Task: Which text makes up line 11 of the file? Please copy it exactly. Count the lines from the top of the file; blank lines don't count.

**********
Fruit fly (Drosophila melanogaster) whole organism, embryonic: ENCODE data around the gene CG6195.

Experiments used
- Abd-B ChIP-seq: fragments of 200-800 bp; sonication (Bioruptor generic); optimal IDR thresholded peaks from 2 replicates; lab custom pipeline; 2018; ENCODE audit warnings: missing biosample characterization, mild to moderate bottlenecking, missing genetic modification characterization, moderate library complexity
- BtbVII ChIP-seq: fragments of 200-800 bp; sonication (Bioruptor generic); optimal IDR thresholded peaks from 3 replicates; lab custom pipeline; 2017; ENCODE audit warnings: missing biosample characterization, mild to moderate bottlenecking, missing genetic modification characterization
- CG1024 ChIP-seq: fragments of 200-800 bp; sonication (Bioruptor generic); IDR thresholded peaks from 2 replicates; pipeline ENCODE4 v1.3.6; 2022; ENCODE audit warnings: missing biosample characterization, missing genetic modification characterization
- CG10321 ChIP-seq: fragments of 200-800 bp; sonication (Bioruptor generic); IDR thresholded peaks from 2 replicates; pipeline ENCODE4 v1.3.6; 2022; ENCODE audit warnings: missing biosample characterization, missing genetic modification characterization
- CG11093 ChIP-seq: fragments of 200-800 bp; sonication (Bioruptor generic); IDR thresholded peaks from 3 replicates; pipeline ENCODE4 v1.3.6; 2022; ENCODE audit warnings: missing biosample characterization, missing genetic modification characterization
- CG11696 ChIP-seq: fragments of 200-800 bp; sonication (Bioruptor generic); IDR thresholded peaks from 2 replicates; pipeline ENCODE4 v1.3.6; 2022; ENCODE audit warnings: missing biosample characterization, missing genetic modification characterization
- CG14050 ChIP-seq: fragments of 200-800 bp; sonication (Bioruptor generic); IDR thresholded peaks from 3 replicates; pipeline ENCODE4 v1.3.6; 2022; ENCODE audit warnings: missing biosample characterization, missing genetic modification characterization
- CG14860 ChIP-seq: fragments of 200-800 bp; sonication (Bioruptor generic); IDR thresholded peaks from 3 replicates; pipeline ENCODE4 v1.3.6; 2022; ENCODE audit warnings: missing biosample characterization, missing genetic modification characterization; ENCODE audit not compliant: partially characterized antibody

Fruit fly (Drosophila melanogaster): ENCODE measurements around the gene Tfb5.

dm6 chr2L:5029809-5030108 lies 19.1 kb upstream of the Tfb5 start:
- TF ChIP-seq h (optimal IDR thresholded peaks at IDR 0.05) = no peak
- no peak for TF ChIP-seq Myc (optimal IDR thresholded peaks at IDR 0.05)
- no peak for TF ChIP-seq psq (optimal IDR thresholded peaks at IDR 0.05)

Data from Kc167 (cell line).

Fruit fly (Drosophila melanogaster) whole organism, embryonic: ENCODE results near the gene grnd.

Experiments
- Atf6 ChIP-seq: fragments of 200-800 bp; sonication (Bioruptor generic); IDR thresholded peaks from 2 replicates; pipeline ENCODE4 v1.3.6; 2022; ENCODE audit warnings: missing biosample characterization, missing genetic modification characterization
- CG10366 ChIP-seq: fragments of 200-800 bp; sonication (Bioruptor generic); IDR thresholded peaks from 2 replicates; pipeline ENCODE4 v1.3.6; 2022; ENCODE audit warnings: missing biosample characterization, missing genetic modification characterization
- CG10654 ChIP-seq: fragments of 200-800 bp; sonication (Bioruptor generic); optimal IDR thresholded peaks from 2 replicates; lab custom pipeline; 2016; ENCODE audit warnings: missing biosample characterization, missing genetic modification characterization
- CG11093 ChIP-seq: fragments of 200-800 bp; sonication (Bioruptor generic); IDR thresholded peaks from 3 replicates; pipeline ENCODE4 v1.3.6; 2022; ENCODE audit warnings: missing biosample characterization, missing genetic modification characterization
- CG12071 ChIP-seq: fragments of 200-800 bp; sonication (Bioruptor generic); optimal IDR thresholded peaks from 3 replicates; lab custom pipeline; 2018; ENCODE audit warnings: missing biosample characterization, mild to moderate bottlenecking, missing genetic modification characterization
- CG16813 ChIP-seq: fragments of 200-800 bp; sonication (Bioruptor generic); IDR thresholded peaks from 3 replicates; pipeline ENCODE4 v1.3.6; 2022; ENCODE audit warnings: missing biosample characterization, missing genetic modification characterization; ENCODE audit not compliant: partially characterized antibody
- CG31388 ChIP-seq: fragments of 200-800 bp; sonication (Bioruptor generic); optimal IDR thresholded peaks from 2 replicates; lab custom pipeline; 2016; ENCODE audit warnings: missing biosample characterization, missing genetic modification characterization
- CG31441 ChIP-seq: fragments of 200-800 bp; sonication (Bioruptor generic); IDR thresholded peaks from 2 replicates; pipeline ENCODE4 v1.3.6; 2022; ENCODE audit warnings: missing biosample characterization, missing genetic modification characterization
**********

Fruit fly (Drosophila melanogaster): ENCODE measurements around the gene Tfb5.